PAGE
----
Celebrating 25 years of scientific philanthropy

From left to right: Fred Hartwig, Jim Stowers Jr.,
Bill Dunn Sr.

From left to right: Shawsie Branton, Virginia Stowers, Jeanette Nichols

From left to right: Anoja Perera, Dan Blegen
Jim Maliszewski, Samuel Goller

From left to right: Susan Creidenberg,
Jan Creidenberg, Tyler Benson, Stacy Benson, Ashley Fritz

More than two hundred guests gathered at the Stowers Institute on April 19 to celebrate Jim and Virginia Stowers’ extraordinary generosity and unwavering belief in the power of basic biomedical research to generate new therapies, prevent suffering and save lives.

A quarter century ago, when Jim Stowers was diagnosed with prostate cancer, he applied the same determination and tenacity that had helped him launch the world’s most successful mutual fund company to conquering his cancer. He pursued an aggressive treatment that left him cancer-free but also with concerns about those who might not find the right treatment or have the same access to early detection of the disease. Determined to find a way to help, Jim and Virginia established the Stowers Foundation to fund free prostate exams for early detection of cancer.

Only a few years later, Virginia’s own battle with breast cancer reinforced the couple’s decision to pursue an audacious vision: to build the world’s most innovative basic biomedical research institute, filled with brilliant minds from all over the globe and the most advanced scientific equipment, working to discover the secrets held by genes, and set the stage for the development of new treatments for a wide range of diseases.

“Barely two decades later, Jim and Virginia’s vision has become a remarkable reality,” said Scientific Director Robb Krumlauf, PhD, who helped shape the institute’s scientific direction from day one. “The success of the Institute is a direct result of their generous philanthropy.”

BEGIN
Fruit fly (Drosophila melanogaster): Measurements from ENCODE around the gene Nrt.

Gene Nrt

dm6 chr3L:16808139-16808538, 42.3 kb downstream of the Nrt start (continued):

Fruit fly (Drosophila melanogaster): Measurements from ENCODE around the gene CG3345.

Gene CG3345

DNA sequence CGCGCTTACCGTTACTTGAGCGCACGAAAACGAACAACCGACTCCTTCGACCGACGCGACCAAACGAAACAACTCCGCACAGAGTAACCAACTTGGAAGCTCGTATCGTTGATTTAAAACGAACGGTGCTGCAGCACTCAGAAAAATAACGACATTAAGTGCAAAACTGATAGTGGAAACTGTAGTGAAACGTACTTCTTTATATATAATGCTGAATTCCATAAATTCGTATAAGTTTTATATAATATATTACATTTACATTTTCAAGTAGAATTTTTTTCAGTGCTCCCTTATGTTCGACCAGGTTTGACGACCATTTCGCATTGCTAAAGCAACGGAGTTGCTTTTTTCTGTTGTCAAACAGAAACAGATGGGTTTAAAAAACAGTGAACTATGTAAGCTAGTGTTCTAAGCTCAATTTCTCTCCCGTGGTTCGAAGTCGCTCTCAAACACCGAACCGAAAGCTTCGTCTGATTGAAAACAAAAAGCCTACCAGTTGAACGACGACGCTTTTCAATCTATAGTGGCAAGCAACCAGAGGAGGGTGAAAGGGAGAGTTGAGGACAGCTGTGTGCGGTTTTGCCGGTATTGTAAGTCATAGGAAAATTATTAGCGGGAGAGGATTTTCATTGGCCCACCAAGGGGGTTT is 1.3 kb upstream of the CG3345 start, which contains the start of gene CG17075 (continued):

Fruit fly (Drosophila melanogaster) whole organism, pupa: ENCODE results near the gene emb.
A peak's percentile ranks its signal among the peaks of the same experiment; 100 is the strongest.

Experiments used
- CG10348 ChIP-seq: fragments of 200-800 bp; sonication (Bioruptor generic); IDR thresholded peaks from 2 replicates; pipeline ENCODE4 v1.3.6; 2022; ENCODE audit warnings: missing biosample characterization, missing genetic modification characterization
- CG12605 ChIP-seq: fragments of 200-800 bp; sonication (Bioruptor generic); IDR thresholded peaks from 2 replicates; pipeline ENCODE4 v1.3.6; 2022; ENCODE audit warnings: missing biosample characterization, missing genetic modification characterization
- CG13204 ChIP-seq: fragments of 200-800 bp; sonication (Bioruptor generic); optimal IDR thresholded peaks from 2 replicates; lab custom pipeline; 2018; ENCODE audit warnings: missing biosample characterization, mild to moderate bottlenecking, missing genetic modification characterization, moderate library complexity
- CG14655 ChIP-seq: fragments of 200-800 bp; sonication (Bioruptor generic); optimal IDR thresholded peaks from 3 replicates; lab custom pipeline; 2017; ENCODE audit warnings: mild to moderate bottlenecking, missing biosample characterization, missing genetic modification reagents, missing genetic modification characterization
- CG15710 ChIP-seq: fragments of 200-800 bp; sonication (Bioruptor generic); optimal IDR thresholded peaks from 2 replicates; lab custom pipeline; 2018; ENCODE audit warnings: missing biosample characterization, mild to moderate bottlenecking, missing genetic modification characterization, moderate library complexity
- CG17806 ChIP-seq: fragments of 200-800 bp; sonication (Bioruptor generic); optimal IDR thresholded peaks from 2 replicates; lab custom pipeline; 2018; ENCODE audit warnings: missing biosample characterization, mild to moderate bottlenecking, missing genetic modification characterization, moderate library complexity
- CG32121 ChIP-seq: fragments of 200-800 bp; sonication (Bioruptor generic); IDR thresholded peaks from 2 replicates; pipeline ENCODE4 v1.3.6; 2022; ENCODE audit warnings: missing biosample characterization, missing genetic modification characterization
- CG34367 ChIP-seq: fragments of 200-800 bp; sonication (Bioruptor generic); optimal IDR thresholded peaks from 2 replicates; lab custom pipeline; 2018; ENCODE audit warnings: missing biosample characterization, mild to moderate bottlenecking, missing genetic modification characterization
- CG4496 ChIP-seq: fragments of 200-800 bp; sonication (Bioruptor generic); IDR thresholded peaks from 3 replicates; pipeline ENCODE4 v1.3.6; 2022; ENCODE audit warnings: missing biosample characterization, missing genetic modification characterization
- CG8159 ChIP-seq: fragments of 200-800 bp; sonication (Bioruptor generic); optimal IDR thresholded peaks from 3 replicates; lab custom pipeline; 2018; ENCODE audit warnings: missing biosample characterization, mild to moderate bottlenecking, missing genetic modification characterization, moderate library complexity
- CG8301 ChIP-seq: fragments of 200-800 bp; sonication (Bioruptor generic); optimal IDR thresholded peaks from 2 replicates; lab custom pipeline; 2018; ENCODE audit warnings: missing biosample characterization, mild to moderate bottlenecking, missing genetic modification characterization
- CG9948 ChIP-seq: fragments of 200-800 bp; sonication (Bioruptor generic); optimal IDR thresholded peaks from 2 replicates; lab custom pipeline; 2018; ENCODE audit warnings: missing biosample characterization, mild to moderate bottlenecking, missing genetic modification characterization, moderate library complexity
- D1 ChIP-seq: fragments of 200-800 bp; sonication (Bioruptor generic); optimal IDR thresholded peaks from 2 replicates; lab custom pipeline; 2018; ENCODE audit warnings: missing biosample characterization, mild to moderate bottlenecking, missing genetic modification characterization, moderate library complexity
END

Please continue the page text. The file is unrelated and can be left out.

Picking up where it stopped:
The magnitude of the Stowers’ giving was perhaps most obvious to the celebrants who were treated to a behind-the-scenes tour of the institute led by the scientists engaged in the cutting-edge science that has made the Stowers Institute a worldwide powerhouse for biomedical research. The visitors looked in amazement through a microscope at a cellular protein that may provide answers to why cancer migrates and spreads, marveled at the fly-flipping robot that transfers thousands of flies from vial to fresh vial each week and listened in fascination as they learned that the latest generation of sequencing machines can read the entire human genome in one week’s time.

Throughout the evening’s festivities, guests offered their congratulations to Jim and Virginia on their milestone of achievement. All agreed, as one well-wisher shared, “There really is no more fitting tribute to this philanthropic couple than this amazing facility and the research that is being conducted here at Stowers.